It’s a small, notable progression in Aurora’s big year of firsts. The company, founded by Sterling Anderson, Drew Bagnell and Chris Urmson, announced partnerships with Volkswagen Group, Hyundai and Chinese electric vehicle startup Byton. It’s made some key hires, including SpaceX’s former head of software engineering, Jinnah Hosein, who is leading a software engineering team. And it has three locations — its headquarters in Palo Alto as well as offices in San Francisco and Pittsburgh.

It’s also noteworthy for the state. The guidance lays the foundation for future legislation or policies that would provide greater oversight on autonomous vehicles testing and even opens the door for testing vehicles without a human driver behind the wheel.

China’s Byton is sending its electric SUV prototypes to the U.S.

Byton, the new China-based automaker founded by former BMW and Infiniti executives, has produced the first 10 prototypes of its tech-centric all-electric SUV and some of them will be in the U.S. before the end of the year, company president and co-founder Daniel Kirchert told TechCrunch. Byton plans to produce another 100 prototypes of the SUV, […]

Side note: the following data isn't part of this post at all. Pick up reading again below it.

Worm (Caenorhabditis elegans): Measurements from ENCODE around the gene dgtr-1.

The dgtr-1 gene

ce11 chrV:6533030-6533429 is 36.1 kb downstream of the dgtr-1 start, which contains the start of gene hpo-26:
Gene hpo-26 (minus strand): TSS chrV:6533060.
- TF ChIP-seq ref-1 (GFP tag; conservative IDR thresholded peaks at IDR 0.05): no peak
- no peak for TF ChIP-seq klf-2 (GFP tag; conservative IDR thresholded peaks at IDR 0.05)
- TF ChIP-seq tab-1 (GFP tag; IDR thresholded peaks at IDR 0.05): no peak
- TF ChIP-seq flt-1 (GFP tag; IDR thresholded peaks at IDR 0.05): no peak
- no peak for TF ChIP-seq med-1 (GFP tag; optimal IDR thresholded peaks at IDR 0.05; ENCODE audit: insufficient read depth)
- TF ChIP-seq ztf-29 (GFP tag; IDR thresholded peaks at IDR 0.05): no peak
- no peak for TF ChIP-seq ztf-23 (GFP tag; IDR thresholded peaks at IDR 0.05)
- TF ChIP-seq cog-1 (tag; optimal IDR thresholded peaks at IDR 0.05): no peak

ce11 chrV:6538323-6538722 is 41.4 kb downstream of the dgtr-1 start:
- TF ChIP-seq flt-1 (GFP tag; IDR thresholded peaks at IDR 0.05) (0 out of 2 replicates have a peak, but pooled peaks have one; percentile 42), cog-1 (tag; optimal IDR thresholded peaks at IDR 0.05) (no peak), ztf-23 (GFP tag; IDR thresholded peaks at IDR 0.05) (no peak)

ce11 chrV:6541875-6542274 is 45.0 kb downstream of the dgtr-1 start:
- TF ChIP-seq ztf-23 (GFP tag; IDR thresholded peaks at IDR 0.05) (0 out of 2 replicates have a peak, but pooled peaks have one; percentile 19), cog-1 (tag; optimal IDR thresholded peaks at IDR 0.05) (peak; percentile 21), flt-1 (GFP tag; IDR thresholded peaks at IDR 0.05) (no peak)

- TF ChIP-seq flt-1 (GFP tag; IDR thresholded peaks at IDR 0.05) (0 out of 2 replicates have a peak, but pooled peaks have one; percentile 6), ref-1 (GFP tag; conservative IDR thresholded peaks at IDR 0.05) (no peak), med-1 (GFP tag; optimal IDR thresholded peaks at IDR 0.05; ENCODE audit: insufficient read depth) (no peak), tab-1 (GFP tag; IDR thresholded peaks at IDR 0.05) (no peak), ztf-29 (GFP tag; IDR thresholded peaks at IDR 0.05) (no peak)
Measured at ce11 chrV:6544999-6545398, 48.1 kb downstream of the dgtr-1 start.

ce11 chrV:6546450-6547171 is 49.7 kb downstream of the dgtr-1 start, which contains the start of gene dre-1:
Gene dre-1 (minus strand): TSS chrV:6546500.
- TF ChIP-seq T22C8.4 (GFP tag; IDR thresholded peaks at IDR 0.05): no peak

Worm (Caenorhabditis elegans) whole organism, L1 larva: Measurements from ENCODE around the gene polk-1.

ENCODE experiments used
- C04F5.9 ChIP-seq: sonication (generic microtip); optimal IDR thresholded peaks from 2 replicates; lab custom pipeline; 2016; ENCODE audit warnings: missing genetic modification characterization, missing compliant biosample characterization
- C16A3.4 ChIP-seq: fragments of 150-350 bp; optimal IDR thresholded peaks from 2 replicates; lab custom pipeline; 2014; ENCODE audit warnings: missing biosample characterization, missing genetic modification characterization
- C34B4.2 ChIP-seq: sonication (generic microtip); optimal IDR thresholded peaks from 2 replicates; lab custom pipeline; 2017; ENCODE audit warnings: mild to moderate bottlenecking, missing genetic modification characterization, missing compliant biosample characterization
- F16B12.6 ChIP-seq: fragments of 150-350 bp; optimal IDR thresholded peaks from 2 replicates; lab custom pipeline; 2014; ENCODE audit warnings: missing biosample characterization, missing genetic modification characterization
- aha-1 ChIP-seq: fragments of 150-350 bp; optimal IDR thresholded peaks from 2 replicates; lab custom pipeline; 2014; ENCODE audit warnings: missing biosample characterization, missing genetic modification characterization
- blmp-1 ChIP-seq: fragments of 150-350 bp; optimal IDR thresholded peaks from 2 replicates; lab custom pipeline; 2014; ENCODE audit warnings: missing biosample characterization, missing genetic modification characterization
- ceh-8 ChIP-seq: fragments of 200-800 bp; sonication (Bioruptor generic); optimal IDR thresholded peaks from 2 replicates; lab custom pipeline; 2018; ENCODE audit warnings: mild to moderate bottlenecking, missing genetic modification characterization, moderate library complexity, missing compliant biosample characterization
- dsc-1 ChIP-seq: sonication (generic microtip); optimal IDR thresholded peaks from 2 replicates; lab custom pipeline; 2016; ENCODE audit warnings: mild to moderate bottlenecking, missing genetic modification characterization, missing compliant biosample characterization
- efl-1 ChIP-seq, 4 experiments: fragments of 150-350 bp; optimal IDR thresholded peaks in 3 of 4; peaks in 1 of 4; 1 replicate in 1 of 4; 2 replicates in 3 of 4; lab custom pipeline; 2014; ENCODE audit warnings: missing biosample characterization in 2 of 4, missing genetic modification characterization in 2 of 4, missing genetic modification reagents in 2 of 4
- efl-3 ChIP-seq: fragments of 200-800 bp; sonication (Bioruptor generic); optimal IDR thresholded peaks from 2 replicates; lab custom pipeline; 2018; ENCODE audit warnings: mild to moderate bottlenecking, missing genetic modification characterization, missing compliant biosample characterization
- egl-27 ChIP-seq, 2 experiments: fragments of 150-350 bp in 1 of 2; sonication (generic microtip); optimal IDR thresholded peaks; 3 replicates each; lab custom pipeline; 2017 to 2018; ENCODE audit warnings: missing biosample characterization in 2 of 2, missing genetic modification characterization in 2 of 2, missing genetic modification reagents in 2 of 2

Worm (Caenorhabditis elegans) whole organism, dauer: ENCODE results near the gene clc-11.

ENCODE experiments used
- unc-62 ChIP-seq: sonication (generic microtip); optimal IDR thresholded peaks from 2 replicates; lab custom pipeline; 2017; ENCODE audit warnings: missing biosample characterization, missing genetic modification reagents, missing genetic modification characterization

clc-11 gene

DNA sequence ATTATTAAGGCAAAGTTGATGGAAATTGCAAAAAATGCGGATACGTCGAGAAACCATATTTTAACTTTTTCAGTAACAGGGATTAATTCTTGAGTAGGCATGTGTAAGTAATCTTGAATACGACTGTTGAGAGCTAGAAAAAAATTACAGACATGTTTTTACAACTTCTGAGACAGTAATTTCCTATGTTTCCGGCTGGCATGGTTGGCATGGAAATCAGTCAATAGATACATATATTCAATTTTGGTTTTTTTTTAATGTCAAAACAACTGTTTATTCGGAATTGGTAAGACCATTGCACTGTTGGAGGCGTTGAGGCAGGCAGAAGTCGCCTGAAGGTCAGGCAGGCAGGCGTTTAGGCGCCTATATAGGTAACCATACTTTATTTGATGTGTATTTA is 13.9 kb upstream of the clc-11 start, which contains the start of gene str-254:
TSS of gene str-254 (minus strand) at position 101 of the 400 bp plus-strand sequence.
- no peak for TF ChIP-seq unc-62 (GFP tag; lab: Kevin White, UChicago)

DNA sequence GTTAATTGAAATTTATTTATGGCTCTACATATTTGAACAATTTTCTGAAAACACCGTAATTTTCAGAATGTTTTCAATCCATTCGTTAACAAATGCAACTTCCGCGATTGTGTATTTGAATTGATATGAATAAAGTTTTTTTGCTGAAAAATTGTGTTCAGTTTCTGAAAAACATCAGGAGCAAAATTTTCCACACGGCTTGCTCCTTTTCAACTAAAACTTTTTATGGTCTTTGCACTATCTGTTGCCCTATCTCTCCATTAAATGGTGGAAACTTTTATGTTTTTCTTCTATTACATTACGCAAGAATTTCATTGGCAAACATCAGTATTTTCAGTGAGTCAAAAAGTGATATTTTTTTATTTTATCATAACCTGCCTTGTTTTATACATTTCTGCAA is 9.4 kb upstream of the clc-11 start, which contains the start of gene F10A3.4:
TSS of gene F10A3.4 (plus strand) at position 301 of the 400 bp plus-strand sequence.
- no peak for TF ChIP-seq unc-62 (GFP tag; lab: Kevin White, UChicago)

Byton, the new China-based automaker founded by former BMW and Infiniti executives, has produced the first 10 prototypes of its tech-centric all-electric SUV and some of them will be in the U.S. before the end of the year, company president and co-founder Daniel Kirchert told TechCrunch.

Byton plans to produce another 100 prototypes of the SUV, which the automaker calls the M Byte, by the end of 2018, Kirchert said in recent interview during Monterey Car Week.  Some of these vehicles will be shipped to the U.S., where self-driving vehicle technology startup Aurora will take over.

Aurora, a startup founded by self-driving tech stars Chris Urmson, Sterling Anderson, and Drew Bagnell, will begin testing its Level 4 autonomous driving systems on the Byton SUV prototype before the end of 2018, according to Kirchert. The two companies announced a partnership in January at the big tech trade show CES.

Byton will continue with its own tests such as vehicle reliability and cold-weather testing at its Nanjing prototype manufacturing plant. The plant is built on the site of Byton’s future factory, which is already under construction.

The prototype production milestone comes on the heels of $500 million in fresh funding that was announced in June. The Series B round included investors FAW Group, Tus-Holdings and CATL, which TechCrunch has learned will supply Byton with batteries.

A production version of the M Byte is targeted for the end of 2019, with the first vehicles to be sold in China. Sales will then move to the U.S. and Europe in mid-2020, Kirchert said.